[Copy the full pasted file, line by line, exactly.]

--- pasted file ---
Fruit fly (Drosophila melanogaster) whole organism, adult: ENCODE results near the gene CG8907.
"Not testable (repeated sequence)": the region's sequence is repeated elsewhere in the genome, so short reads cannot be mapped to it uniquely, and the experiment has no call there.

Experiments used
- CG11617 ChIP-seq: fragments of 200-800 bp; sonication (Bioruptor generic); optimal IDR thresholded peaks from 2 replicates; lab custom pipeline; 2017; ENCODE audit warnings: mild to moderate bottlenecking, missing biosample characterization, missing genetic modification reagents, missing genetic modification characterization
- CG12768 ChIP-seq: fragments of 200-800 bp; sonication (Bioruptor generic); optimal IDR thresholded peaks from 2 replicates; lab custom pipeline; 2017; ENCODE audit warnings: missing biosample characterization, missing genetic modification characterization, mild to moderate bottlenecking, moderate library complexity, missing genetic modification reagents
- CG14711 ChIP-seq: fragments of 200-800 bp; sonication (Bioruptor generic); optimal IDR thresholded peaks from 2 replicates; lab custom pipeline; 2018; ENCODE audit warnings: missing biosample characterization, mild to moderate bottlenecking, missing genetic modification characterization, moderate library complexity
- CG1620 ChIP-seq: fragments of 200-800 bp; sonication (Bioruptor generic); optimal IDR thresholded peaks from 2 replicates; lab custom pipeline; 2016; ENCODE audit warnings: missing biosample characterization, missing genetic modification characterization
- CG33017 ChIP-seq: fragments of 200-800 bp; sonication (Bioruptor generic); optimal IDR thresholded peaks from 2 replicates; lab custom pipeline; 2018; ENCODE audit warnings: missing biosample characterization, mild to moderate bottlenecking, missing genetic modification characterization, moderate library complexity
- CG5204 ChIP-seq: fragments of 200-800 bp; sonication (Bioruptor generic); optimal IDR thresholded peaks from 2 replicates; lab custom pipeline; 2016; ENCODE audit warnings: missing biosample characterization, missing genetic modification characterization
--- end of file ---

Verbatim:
Fruit fly (Drosophila melanogaster) whole organism, adult: ENCODE results near the gene CG8907.
"Not testable (repeated sequence)": the region's sequence is repeated elsewhere in the genome, so short reads cannot be mapped to it uniquely, and the experiment has no call there.

Experiments used
- CG11617 ChIP-seq: fragments of 200-800 bp; sonication (Bioruptor generic); optimal IDR thresholded peaks from 2 replicates; lab custom pipeline; 2017; ENCODE audit warnings: mild to moderate bottlenecking, missing biosample characterization, missing genetic modification reagents, missing genetic modification characterization
- CG12768 ChIP-seq: fragments of 200-800 bp; sonication (Bioruptor generic); optimal IDR thresholded peaks from 2 replicates; lab custom pipeline; 2017; ENCODE audit warnings: missing biosample characterization, missing genetic modification characterization, mild to moderate bottlenecking, moderate library complexity, missing genetic modification reagents
- CG14711 ChIP-seq: fragments of 200-800 bp; sonication (Bioruptor generic); optimal IDR thresholded peaks from 2 replicates; lab custom pipeline; 2018; ENCODE audit warnings: missing biosample characterization, mild to moderate bottlenecking, missing genetic modification characterization, moderate library complexity
- CG1620 ChIP-seq: fragments of 200-800 bp; sonication (Bioruptor generic); optimal IDR thresholded peaks from 2 replicates; lab custom pipeline; 2016; ENCODE audit warnings: missing biosample characterization, missing genetic modification characterization
- CG33017 ChIP-seq: fragments of 200-800 bp; sonication (Bioruptor generic); optimal IDR thresholded peaks from 2 replicates; lab custom pipeline; 2018; ENCODE audit warnings: missing biosample characterization, mild to moderate bottlenecking, missing genetic modification characterization, moderate library complexity
- CG5204 ChIP-seq: fragments of 200-800 bp; sonication (Bioruptor generic); optimal IDR thresholded peaks from 2 replicates; lab custom pipeline; 2016; ENCODE audit warnings: missing biosample characterization, missing genetic modification characterization